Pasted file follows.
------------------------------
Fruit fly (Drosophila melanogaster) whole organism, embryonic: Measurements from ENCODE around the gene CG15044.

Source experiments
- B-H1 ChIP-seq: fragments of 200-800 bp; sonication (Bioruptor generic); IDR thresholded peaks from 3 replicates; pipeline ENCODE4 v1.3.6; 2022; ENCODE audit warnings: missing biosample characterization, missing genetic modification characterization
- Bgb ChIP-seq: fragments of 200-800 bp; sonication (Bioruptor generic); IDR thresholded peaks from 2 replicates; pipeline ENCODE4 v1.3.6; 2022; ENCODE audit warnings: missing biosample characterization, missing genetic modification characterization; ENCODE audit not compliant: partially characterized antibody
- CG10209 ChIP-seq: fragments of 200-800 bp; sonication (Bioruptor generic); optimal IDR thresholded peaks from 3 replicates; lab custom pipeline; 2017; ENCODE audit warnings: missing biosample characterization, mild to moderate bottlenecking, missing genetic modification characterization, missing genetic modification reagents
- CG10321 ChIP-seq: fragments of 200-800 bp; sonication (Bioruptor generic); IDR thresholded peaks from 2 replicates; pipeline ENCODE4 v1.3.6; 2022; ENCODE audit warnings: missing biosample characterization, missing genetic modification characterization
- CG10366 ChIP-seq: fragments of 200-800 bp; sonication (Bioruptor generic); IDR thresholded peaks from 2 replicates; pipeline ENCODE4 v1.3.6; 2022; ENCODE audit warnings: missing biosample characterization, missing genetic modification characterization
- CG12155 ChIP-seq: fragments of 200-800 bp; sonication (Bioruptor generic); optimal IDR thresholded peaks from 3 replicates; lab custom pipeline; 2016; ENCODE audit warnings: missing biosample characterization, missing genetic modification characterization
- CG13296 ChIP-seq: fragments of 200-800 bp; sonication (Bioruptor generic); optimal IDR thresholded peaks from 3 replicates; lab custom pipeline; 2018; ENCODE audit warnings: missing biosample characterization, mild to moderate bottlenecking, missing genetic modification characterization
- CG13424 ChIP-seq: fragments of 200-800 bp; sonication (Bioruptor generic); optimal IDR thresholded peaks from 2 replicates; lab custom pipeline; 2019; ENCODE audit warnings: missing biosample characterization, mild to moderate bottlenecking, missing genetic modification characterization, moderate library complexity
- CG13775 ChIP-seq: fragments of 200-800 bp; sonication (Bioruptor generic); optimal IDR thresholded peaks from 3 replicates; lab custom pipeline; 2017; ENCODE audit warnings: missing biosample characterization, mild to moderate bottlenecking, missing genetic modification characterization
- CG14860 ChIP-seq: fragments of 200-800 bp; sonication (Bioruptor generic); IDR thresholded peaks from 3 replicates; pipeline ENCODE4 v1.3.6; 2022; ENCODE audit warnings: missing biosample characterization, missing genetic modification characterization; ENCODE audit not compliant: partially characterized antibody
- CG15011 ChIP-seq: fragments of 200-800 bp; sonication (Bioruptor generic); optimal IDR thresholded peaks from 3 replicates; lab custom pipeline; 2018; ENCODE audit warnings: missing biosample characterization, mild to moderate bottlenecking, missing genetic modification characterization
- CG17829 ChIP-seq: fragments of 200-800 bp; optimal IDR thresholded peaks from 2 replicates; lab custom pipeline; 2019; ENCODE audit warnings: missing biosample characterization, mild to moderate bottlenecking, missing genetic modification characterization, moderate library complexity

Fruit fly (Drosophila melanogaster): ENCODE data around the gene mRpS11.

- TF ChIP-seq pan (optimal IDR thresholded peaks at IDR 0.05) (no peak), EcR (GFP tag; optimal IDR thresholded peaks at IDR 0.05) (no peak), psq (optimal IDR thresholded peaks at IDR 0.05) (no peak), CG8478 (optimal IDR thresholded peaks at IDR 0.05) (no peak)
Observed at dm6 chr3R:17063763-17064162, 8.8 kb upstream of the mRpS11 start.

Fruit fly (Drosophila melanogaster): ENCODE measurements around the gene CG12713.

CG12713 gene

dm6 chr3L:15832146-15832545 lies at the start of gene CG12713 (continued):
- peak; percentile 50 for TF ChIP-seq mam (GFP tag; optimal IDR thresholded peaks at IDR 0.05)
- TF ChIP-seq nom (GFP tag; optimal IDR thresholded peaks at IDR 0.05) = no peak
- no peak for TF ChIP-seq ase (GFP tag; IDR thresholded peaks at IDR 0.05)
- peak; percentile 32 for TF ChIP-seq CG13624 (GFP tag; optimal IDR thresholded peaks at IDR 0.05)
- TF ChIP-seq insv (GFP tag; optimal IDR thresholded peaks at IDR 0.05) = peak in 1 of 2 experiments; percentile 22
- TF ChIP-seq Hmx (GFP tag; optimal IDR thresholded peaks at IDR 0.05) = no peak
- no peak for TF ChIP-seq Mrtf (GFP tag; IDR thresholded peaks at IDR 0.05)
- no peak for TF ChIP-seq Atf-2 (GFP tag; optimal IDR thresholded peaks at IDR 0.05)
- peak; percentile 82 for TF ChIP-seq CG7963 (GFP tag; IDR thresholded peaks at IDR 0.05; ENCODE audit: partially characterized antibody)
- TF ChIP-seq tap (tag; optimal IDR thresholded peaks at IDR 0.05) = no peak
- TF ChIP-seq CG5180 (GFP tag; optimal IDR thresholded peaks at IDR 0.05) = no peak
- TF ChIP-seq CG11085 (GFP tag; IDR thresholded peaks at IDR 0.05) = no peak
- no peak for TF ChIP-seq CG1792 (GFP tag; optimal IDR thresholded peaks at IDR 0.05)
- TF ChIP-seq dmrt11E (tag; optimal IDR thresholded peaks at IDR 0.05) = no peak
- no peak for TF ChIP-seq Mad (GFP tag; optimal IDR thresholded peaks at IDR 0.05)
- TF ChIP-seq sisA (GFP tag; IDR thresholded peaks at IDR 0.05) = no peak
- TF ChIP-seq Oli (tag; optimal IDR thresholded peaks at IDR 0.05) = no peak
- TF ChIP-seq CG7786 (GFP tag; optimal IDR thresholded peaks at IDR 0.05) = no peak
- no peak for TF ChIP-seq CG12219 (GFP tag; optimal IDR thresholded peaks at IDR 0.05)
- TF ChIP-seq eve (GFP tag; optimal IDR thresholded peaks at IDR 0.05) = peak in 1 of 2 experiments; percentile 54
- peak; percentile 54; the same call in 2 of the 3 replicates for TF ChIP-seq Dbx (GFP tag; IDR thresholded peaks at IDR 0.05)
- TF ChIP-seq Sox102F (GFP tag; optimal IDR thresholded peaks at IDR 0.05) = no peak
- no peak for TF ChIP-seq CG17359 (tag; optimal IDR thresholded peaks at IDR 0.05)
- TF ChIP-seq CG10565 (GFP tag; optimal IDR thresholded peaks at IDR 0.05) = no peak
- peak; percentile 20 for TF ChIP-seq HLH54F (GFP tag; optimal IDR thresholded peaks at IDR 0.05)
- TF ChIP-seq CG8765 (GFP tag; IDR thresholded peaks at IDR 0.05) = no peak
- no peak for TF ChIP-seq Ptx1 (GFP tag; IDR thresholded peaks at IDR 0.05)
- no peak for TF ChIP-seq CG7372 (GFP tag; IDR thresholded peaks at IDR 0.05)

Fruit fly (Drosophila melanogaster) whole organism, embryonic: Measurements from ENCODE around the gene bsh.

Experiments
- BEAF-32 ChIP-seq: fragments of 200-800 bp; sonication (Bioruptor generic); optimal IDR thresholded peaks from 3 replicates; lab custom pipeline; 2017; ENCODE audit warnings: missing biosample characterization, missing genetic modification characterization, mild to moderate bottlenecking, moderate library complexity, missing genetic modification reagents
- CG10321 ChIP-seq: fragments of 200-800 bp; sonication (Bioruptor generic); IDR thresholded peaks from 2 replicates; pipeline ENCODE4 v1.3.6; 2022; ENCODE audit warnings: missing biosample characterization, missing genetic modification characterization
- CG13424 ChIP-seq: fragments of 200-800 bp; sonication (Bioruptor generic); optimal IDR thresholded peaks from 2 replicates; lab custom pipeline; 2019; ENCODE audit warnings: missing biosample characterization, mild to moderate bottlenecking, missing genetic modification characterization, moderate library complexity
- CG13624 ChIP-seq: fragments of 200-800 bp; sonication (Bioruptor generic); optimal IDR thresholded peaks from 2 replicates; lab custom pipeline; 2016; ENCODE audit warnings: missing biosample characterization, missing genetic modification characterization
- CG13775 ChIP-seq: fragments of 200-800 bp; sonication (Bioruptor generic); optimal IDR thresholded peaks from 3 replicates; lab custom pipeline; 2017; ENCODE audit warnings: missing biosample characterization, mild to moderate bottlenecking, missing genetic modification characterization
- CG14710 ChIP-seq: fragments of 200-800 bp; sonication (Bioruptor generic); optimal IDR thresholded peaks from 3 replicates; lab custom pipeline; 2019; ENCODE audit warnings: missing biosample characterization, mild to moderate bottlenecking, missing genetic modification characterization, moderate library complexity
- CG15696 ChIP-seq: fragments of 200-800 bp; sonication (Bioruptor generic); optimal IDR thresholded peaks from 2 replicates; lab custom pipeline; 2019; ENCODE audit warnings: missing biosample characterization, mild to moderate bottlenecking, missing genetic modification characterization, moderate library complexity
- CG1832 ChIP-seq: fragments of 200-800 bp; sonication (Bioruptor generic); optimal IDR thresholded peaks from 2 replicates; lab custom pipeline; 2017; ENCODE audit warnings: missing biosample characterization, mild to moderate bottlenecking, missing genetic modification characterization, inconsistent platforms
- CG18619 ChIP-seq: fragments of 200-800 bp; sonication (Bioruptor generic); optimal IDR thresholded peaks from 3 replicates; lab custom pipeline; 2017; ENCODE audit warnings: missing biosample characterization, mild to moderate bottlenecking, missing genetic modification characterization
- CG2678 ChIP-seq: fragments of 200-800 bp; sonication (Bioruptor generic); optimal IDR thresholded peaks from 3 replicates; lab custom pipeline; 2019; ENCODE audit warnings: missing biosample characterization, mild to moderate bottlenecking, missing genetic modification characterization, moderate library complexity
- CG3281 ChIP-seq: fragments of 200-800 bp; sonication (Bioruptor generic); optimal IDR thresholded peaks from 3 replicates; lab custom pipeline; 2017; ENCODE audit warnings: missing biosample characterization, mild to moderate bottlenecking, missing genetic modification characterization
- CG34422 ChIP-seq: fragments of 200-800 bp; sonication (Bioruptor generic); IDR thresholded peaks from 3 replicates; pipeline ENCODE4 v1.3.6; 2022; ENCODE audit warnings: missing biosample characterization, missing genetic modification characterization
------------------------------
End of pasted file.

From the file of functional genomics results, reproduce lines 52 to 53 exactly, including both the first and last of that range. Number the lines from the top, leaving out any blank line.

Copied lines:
- CG10321 ChIP-seq: fragments of 200-800 bp; sonication (Bioruptor generic); IDR thresholded peaks from 2 replicates; pipeline ENCODE4 v1.3.6; 2022; ENCODE audit warnings: missing biosample characterization, missing genetic modification characterization
- CG13424 ChIP-seq: fragments of 200-800 bp; sonication (Bioruptor generic); optimal IDR thresholded peaks from 2 replicates; lab custom pipeline; 2019; ENCODE audit warnings: missing biosample characterization, mild to moderate bottlenecking, missing genetic modification characterization, moderate library complexity